In effect, without a public vote or explanation, the FTC decided to look the other way for the last five years and let Google use illegal contractual tying (that was ruled illegal when Microsoft did it per U.S. v. Microsoft) to tie multiple additional Google products and services to its already dominant mobile offerings in search, search advertising, and search advertising syndication.

Now please consider the evidence below of how much Google has been able to illegally extend its mobile search advertising monopoly through out most of the mobile ecosystem over the last five years when the FTC evidently looked the other way.  

Android OS monthly users have grown from ~500m in 2012 to >2b in 2017 -- ~400% growth in five years. As for market share, in 2012 Android had 70% share of the global mobile OS market, which increased to an 88% share by 2018 per Statista.

The number of Google Play apps have increased from 700k in 2012 to 3.6m in 2018, -- ~400% growth in 5 years.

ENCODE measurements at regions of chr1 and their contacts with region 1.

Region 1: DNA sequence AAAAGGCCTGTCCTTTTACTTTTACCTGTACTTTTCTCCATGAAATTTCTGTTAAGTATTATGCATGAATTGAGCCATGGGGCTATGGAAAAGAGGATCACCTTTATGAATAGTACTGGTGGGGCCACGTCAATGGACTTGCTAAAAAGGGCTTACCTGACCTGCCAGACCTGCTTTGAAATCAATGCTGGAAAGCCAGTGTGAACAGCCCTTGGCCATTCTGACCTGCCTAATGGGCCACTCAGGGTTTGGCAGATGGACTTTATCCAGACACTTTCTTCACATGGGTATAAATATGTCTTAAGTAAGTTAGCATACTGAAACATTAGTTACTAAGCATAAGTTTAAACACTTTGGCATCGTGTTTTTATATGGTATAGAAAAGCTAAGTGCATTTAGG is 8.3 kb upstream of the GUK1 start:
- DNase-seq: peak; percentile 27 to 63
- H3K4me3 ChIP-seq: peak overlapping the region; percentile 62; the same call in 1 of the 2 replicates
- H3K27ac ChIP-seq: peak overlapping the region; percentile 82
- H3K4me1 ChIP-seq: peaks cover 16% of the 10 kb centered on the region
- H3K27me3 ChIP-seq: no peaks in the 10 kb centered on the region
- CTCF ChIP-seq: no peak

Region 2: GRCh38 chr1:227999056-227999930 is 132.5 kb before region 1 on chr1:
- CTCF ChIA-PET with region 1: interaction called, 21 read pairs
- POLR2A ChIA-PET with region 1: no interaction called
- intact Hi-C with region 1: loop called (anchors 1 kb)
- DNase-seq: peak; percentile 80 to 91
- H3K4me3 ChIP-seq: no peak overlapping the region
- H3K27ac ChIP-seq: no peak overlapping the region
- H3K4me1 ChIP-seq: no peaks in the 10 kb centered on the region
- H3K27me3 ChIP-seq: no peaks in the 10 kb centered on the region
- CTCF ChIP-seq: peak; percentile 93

Google Chrome users increased from ~400m in 2012 to >1.5b in 2018 -- ~400% growth in five years. As for Chrome’s market share, it has increased from 32% in Jan 2013 to 58% today, per Statista.

Google-YouTube users have grown from ~800m users in 2012 to 1.8b users now, -- ~125% growth in 5 years.

Google Maps users increased from ~1b users in 2013 to est. 1.8b Google Maps users in 2018, -- ~80% growth in 5 years.

Google Gmail users have grown from 425m users in 2012 to about 1.2b users now, -- ~180% growth in 5 years.

Concerning Android apps, as a result of Google’s contractual tying, Google now commands 16 of the top 20, or 80% of the most downloaded Android Apps.

Lastly economically, from 2012 to 2017 Google’s revenues grew 118% from $50.2b in 2012 to $109.7b in 2017, which is ~9 times faster growth than the 11.34% economic growth in real USGDP from 2012-2017 per the U.S. BEA, and ~18 times faster revenue growth than the 6.14% revenue growth of the Fortune 500 from 2012 to 2017 per the Fortune 500.